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2.5 Expanding your vocabulary exponentially


A counter-intuitive growth 

Blog 2.51 briefly addresses the issue of building a relevant and extensive vocabulary in a foreign language. This article meets the needs of all levels except those of complete beginners.


Expanding vocabulary at a reasonably fast speed requires competences and techniques rather than a gift.  We can all multiply the number of words available to us so long as we understand and respect basic limitations as well as deploy an efficient, potent and effective approach.


Many learners treating themselves to the latest products on the language market believe that the technology now available addresses such an issue. It does not. Consequently, after a few months, they realise that they are unable to achieve substantial growth beyond their initial push. There are good reasons for such shortcomings. 


Is their motivation not strong enough? Is their engagement and commitment at fault? Although learners may believe so, the reason is often much simpler. They lack a proper set of tools to acquire and build their language efficiently. 


Such skills call for a different look at words. For purpose of simplicity, I will focus here on one critical   reali    s    ation  , one key success element.

Selecting the right vocabulary       


This part is highly counter-intuitive. When seeking to acquire new words, we need to ask ourselves a critical question which differs vastly from our instinctive request.  The question we would naturally ask ourselves is: do I know this word?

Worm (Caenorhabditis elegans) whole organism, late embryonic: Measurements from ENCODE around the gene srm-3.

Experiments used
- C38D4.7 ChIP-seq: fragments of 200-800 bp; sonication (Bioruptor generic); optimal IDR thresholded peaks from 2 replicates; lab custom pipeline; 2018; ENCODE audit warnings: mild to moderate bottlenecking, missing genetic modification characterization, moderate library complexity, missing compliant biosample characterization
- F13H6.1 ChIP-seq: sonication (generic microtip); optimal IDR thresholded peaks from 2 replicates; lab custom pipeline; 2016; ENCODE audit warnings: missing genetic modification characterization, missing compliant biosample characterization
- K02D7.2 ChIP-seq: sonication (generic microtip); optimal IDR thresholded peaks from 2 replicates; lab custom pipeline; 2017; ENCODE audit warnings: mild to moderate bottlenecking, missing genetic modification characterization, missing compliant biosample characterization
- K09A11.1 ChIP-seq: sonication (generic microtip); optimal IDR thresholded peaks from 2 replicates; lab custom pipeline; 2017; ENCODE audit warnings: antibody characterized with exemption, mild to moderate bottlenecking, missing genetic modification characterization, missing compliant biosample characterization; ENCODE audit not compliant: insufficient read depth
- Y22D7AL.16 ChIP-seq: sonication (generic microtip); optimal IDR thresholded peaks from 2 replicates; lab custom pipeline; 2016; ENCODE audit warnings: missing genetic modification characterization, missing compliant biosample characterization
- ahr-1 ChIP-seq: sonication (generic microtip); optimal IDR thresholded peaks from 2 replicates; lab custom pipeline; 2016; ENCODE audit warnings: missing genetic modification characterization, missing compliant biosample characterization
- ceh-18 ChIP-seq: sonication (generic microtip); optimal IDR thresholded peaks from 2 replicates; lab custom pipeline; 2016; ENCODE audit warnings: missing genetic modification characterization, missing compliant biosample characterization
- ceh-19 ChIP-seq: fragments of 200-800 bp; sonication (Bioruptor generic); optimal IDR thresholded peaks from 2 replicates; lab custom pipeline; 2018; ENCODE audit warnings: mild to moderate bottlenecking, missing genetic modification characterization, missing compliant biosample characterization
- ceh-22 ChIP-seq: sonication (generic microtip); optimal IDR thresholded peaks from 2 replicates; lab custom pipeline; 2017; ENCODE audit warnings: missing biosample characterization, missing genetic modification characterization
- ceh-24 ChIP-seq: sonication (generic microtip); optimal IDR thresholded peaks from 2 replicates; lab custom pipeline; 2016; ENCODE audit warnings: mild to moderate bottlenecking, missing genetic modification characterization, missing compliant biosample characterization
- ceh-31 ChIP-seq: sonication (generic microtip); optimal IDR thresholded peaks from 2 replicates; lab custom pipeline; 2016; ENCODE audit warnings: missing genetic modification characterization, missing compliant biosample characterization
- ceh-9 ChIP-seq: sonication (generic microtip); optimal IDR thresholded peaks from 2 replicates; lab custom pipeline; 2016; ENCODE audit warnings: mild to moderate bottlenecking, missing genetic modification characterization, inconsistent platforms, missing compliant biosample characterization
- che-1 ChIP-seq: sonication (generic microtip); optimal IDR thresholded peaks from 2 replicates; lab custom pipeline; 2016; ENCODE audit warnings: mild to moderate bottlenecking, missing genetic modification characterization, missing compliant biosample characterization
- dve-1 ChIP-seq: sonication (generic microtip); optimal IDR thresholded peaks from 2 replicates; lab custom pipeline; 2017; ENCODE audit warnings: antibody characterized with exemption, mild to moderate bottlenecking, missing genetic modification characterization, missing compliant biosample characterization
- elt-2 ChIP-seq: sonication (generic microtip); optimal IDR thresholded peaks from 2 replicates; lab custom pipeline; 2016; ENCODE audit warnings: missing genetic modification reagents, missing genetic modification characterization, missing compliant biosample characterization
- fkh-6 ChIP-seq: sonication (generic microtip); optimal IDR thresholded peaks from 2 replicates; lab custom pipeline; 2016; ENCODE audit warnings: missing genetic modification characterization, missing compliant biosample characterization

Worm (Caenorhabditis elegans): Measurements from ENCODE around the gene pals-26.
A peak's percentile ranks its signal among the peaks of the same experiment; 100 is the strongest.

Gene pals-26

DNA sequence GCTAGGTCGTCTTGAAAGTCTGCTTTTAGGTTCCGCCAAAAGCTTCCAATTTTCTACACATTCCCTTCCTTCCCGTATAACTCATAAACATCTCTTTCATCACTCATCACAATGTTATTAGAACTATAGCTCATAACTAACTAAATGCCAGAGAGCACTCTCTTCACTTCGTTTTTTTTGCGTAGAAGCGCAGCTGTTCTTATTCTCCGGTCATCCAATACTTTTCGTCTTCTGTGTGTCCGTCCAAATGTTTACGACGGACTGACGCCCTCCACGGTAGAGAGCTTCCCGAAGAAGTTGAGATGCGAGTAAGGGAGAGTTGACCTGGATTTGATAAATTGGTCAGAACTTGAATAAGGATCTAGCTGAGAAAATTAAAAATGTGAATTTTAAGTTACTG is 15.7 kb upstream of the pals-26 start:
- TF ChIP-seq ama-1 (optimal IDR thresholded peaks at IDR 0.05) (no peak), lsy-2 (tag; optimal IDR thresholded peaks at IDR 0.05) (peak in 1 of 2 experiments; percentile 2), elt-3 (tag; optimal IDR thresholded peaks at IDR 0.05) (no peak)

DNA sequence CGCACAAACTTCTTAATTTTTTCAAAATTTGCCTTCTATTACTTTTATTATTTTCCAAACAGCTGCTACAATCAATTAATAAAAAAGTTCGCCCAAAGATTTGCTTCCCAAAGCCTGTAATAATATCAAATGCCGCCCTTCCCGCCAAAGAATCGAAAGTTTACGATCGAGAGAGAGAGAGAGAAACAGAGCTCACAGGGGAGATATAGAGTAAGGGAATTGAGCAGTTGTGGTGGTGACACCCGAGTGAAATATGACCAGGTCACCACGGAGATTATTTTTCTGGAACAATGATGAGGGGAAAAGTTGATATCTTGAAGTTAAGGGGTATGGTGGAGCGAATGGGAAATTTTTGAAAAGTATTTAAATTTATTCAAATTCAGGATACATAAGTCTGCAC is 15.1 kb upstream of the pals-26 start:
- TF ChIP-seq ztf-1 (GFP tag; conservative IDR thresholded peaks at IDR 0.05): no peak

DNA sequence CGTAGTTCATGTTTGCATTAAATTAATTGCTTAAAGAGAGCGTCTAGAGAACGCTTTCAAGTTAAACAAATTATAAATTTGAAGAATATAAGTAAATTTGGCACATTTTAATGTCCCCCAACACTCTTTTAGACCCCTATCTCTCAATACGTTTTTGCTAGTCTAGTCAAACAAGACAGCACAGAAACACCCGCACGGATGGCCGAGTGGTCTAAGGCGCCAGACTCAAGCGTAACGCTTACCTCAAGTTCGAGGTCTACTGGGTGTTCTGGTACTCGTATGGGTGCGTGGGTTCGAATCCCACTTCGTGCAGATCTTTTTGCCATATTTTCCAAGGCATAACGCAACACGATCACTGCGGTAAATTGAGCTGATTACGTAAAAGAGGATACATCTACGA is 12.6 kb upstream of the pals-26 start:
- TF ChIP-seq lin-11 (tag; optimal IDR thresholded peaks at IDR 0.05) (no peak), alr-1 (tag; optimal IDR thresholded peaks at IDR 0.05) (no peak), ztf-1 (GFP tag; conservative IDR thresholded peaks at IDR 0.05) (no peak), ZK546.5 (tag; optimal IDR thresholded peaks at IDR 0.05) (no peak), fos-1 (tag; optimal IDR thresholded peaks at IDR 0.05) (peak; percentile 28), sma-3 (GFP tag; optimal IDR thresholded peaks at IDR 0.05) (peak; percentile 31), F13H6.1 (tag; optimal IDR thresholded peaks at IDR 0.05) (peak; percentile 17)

With such an overriding scanning process on the front of our mind, the answer literally jumps to our eyes or ears. “Yes, I have come across it before”. “No, I have not yet”. The operating system running our mind offers a straight forward answer. Such black and white response leads to a clear cut call for action: dealing with the words we don’t know. Unfortunately, this efficiency, rather than helping us, hinders our improvements.   Blog 1.3 points towards a solution.  


As surprising as this may seem, we need to focus on words that we already know but do not use actively enough. As surprising as this may seem, the words we don’t know… will look after themselves.


If this perception challenge seems easy, it is not; the mind naturally wanders away from searching for words to reinforce actively and is instead instinctively and relentlessly drawn towards the vocabulary it does not know.


Mastering attention is the first step. Once we shift our focus to the underused or underperforming items of speech, the all-important issue we must now concentrate on is: What can I do with the terms that I just identified, selected and retained for hardwiring?   How can I deploy them more adequately and regularly when I communicate in my normal speech or when I write? Which words would this one be embedded with? Which ones would it sometimes replace?


Learners need to insert these target words into their active speech. Such hardwiring process calls for a set of competences and this theme will be the subject of a future blog.


As we control and shift our natural focus, as we concentrate on the words we recognise as underutilised and increase their usage, vocabulary expansion speeds up. Learning engages a new gear.


In summary, in order to progress quickly, learners need simple techniques to identify and prioritise the words they must commit to memory as well as sheer ruthlessness to refuse to pay attention to unknown words.


All the issues discussed above are covered extensively in The Language Talent book – soon to be published.


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